βάρβαρος

Ancient GreekEdit

EtymologyEdit

Onomatopoeic: from the perceived βαρ-βαρ (bar-bar) sounds incomprehensible to Ancient Greeks and spoken by foreigners.[1] As an onomatopoeic construction, βαρ-βαρ is similar to modern English blah blah, but meaning gibberish, gabble; compare also babble from Proto-Indo-European *bʰa-bʰa-. Cognate to Mycenaean Greek 𐀞𐀞𐀫 (pa-pa-ro) and Sanskrit बर्बर (barbara, barbarian, non-Aryan, stammering, blockhead).

Possibly related to Proto-Indo-European *balb-, *balbal- (tongue-tied). Compare with Latin balbus (stammering, stuttering), Russian болтать (boltatʹ, to chatter, babble), Lithuanian balbė́ti (to talk, babble), Sanskrit बल्बला (balbalā, stammering).

For the semantic development, compare Arabic عَجَم(ʿajam, non-Arab; Persian), from the root ع ج م(ʿ-j-m), referring to people who speak unclearly.

PronunciationEdit

 

AdjectiveEdit

βᾰ́ρβᾰρος (bárbarosm or f (neuter βᾰ́ρβᾰρον); second declension (Attic, Ionic, Koine)

  1. non-Greek-speaking, foreign
    1. (in the plural) non-Greek peoples
      1. Medes or Persians
        • 430 BCE – 354 BCE, Xenophon, Anabasis 1.2.14:
          καὶ λέγεται δεηθῆναι ἡ Κίλισσα Κύρου ἐπιδεῖξαι τὸ στράτευμα αὐτῇ: βουλόμενος οὖν ἐπιδεῖξαι ἐξέτασιν ποιεῖται ἐν τῷ πεδίῳ τῶν Ἑλλήνων καὶ τῶν βαρβάρων.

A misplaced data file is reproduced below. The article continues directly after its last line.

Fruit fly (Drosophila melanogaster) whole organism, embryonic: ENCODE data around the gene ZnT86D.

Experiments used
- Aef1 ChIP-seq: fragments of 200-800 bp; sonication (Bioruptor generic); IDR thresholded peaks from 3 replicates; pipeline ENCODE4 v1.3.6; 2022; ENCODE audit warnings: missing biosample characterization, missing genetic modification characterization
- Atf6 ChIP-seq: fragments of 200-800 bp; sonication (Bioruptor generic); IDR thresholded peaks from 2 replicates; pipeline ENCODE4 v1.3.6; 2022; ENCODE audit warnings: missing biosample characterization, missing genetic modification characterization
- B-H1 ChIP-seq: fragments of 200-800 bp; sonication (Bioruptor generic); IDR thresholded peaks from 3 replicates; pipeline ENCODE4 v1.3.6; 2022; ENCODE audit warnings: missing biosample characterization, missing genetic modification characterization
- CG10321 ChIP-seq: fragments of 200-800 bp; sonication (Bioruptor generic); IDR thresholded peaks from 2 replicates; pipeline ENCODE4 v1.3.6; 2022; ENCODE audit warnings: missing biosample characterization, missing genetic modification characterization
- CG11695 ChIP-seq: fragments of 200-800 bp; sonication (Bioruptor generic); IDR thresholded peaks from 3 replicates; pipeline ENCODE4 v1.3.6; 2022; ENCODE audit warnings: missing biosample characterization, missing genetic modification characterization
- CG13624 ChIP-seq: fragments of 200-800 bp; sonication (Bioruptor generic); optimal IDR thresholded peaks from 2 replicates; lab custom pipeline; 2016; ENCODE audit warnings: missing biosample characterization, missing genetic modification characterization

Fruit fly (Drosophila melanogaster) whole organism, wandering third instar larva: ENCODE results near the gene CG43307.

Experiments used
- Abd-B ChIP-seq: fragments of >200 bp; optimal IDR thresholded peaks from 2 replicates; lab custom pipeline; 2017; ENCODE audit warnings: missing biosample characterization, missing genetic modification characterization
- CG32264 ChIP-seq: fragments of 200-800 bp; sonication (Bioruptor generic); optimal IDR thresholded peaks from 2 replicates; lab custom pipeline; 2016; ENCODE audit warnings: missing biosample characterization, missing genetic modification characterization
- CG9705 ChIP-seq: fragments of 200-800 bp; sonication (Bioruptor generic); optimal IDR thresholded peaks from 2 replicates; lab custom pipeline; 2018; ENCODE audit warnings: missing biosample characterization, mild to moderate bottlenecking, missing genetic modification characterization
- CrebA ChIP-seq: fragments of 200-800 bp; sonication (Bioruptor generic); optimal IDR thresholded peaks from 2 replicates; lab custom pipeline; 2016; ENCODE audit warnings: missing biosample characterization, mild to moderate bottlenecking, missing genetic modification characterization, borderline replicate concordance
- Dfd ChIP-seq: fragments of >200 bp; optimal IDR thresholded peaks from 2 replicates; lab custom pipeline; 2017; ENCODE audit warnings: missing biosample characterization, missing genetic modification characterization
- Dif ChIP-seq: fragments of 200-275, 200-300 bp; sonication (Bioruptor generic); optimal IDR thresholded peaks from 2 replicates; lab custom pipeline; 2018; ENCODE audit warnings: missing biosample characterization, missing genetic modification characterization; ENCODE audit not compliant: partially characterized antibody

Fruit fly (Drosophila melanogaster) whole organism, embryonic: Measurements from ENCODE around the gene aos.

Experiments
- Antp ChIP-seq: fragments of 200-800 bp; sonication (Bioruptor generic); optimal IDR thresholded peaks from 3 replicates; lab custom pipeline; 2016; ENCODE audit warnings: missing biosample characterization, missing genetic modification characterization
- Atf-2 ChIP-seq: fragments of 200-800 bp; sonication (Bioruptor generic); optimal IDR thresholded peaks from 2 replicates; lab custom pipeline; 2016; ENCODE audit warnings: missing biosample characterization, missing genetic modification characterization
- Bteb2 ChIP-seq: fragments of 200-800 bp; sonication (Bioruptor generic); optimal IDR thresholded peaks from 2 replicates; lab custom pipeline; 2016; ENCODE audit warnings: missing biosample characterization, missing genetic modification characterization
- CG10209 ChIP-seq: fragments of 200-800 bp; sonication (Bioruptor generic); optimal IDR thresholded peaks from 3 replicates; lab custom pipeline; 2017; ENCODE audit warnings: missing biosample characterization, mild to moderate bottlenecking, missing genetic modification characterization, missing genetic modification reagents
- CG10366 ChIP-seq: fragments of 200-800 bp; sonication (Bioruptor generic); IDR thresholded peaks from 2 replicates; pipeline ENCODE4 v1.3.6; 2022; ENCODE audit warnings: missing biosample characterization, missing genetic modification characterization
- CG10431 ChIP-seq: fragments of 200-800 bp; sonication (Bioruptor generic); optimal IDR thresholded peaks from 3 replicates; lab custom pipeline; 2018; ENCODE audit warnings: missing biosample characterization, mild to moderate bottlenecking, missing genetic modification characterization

kaì légetai deēthênai hē Kílissa Kúrou epideîxai tò stráteuma autêi: boulómenos oûn epideîxai exétasin poieîtai en tôi pedíōi tôn Hellḗnōn kaì tôn barbárōn.
          And it is said that the Cilician [queen] asked Cyrus to show her his troops. So since he wanted to show them to her, he held a review of the Greeks and Persians in the field.
  2. barbaric, brutal, rude

InflectionEdit

Derived termsEdit

DescendantsEdit

Further readingEdit

ReferencesEdit

  1. ^ Babiniotis, Georgios (2008) Λεξικό της νέας ελληνικής γλώσσας [Modern Greek Dictionary] (in Greek), 3rd edition, Athens: Lexicology Centre

GreekEdit

EtymologyEdit

From Ancient Greek βάρβαρος (bárbaros)

PronunciationEdit

  • IPA(key): /ˈvarvaros/
  • Hyphenation: βάρ‧βα‧ρος

NounEdit

βάρβαρος (várvarosm (plural βάρβαροι)

  1. barbarian
    Τι περιμένουμε στην αγορά συναθροισμένοι;
    Είναι οι βάρβαροι να φθάσουν σήμερα.
    Ti periménoume stin agorá synathroisménoi?
    Eínai oi várvaroi na fthásoun símera.
    What are we waiting for, assembled in the forum?
    The barbarians are due here today.
    Constantine Cavafy (1863-1933), Poem: Περιμένοντας τους Bαρβάρους [Waiting for the Barbarians] and audio at The official website of the Cavafy Archive

DeclensionEdit

AdjectiveEdit

βάρβαρος (várvarosm (feminine βάρβαρη, neuter βάρβαρο)

  1. barbarous, barbaric, uncivilised
    Τι βάρβαρος άνθρωπος! Χτυπάει τη γυναίκα του.
    Ti várvaros ánthropos! Chtypáei ti gynaíka tou.
    What a barbaric man he is! He hits his wife.

DeclensionEdit

SynonymsEdit

AntonymsEdit

Related termsEdit